Peter Gethers wrote 3 books about his Scottish Fold cat Norton: The Cat Who Went to Paris, A Cat Abroad, and The Cat Who'll Live Forever. For me, this series was extremely welcome easy holiday reading. It was also pertinent because my parents had my childhood cat, Tristan, put to sleep on Dec. 26, 2006. He lived to be almost 21. During my teenage years it meant the world to me to have one creature in the house who didn't blame or judge me, who accepted me as I was. He was a very shy creature, but after much coaxing I was able to teach him to nap on my belly. Last I saw him was last Christmas, when he looked very frail. He got sweeter as he got older, and loved to be held and petted.
But this is supposed to be about books, not about my childhood cat. The three books by Gethers are must-reads for cat lovers. That said, the writing is choppy, and the stories typically focus more on Pete, the human, than on Norton, the cat. In my mind, Pete's saving grace is his love for Norton. He's a reasonably entertaining person (and I love that he gets explicit in the 2nd and 3rd books about not being religious), and his gags about how Norton gets more attention than he does are funny for awhile. The books themselves are somewhat repetitive. All that said, they were wonderfully soothing holiday reading.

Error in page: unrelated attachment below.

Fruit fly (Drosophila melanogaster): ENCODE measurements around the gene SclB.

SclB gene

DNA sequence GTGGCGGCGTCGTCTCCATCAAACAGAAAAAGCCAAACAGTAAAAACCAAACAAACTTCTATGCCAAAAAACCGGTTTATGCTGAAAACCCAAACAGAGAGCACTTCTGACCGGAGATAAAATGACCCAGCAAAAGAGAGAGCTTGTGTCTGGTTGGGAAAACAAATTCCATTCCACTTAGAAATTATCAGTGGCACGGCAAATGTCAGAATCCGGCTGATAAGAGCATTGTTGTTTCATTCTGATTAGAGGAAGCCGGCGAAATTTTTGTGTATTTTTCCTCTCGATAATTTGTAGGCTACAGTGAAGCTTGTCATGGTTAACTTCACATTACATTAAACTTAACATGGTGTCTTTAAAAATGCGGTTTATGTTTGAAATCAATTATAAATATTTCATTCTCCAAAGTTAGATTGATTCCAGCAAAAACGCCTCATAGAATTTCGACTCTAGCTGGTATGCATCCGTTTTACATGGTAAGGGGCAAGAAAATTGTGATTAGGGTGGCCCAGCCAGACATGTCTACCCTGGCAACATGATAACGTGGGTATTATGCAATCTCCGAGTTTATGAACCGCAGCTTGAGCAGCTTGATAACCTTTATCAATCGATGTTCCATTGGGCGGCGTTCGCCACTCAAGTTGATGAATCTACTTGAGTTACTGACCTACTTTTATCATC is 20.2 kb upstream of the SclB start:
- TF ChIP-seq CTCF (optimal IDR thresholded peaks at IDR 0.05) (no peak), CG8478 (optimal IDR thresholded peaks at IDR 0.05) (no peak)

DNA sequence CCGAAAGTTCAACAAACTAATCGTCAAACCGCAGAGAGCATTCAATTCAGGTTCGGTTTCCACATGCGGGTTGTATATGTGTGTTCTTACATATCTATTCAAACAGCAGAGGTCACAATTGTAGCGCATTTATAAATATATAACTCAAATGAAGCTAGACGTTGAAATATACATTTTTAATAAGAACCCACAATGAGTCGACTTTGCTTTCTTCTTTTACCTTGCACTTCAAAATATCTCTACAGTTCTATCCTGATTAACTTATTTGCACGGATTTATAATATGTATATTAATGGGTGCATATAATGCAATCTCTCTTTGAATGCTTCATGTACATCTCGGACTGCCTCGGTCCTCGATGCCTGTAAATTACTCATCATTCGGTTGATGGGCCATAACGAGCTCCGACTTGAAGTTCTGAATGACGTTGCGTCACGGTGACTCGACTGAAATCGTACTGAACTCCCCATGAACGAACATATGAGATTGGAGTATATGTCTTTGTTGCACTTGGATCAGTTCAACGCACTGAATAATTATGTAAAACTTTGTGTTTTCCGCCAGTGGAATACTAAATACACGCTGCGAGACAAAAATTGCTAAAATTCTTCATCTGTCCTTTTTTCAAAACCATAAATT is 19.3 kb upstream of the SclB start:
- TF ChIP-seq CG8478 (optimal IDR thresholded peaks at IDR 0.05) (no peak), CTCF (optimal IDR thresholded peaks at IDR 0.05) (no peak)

Be warned: the last one is about Norton's death. It's cathartic if you're suffering a loss yourself, and it was the book of the three that made me really like Pete after all. The care he showed and his capacity to grow in love as Norton needed him were really touching. I sobbed openly through most of the last 3rd, partly over the loss of Tristan but more over remember our last days with Ben's cat Cinnamon. We still have a photo of Cinnamon in our kitchen. He was one of those extraordinarily, almost eerily intelligent cats. His personality was quite different from Norton's, but Cinnamon did exhibit some of the patient behavior around his medical care at the end that made me feel that he trusted me and even understood, at times, that I was helping him by giving him medications. Norton apparently hated pills too, and would only take them with peanut butter. Gethers describes him hiding them in his mouth and then spitting them back out in some obvious place, as if to say "so there!" After Cinnamon died, Ben and I found that he had been hiding his pills in his mouth and spitting them quite regularly into one of the heating vents in the floor. It made us laugh and cry to find a stash of maybe 30 pills, each of them carefully cut into little half moons, down in that vent.
You see how cat lovers can't stay on the subject of the books without talking about their cats? If you've ever owned and loved a cat, you'll enjoy reading these with all their flaws, because they honor an extraordinary feline creature.